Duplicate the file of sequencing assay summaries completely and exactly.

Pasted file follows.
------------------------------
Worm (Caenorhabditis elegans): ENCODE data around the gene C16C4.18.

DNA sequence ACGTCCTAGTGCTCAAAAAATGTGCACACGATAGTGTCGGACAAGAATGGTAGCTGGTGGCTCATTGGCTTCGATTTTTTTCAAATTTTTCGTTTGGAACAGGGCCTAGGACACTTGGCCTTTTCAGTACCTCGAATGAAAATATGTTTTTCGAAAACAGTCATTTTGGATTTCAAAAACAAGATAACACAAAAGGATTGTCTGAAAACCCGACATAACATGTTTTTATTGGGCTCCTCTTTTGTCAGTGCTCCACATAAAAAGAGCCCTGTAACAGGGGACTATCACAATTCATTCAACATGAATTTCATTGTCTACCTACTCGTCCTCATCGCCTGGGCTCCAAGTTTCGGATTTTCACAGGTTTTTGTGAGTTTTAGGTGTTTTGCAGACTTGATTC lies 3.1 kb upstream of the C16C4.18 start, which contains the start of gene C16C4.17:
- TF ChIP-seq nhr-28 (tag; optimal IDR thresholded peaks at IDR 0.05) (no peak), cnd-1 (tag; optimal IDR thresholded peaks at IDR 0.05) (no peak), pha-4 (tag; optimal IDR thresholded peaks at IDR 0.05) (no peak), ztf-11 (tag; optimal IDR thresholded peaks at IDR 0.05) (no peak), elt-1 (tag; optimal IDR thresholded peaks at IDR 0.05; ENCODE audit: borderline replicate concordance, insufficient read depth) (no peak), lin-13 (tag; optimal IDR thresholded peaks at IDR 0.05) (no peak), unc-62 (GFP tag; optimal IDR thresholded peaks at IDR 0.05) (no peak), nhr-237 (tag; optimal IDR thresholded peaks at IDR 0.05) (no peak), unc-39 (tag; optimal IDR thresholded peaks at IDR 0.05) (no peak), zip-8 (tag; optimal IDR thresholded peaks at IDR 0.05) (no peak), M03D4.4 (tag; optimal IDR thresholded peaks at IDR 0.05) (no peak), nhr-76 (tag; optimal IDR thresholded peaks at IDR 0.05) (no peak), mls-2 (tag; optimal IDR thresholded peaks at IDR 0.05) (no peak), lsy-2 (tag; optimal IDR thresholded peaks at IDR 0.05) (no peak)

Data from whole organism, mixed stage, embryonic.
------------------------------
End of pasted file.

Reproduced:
Worm (Caenorhabditis elegans): ENCODE data around the gene C16C4.18.

DNA sequence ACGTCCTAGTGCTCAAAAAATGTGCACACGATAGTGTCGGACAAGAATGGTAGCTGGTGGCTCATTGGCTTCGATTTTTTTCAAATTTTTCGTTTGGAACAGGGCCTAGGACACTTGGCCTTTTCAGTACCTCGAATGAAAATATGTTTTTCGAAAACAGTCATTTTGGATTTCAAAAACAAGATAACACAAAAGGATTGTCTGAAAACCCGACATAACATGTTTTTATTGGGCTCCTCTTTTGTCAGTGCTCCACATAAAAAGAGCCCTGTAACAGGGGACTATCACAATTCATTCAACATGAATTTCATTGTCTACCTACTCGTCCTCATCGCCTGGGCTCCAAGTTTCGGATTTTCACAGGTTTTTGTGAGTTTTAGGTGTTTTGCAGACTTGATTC lies 3.1 kb upstream of the C16C4.18 start, which contains the start of gene C16C4.17:
- TF ChIP-seq nhr-28 (tag; optimal IDR thresholded peaks at IDR 0.05) (no peak), cnd-1 (tag; optimal IDR thresholded peaks at IDR 0.05) (no peak), pha-4 (tag; optimal IDR thresholded peaks at IDR 0.05) (no peak), ztf-11 (tag; optimal IDR thresholded peaks at IDR 0.05) (no peak), elt-1 (tag; optimal IDR thresholded peaks at IDR 0.05; ENCODE audit: borderline replicate concordance, insufficient read depth) (no peak), lin-13 (tag; optimal IDR thresholded peaks at IDR 0.05) (no peak), unc-62 (GFP tag; optimal IDR thresholded peaks at IDR 0.05) (no peak), nhr-237 (tag; optimal IDR thresholded peaks at IDR 0.05) (no peak), unc-39 (tag; optimal IDR thresholded peaks at IDR 0.05) (no peak), zip-8 (tag; optimal IDR thresholded peaks at IDR 0.05) (no peak), M03D4.4 (tag; optimal IDR thresholded peaks at IDR 0.05) (no peak), nhr-76 (tag; optimal IDR thresholded peaks at IDR 0.05) (no peak), mls-2 (tag; optimal IDR thresholded peaks at IDR 0.05) (no peak), lsy-2 (tag; optimal IDR thresholded peaks at IDR 0.05) (no peak)

Data from whole organism, mixed stage, embryonic.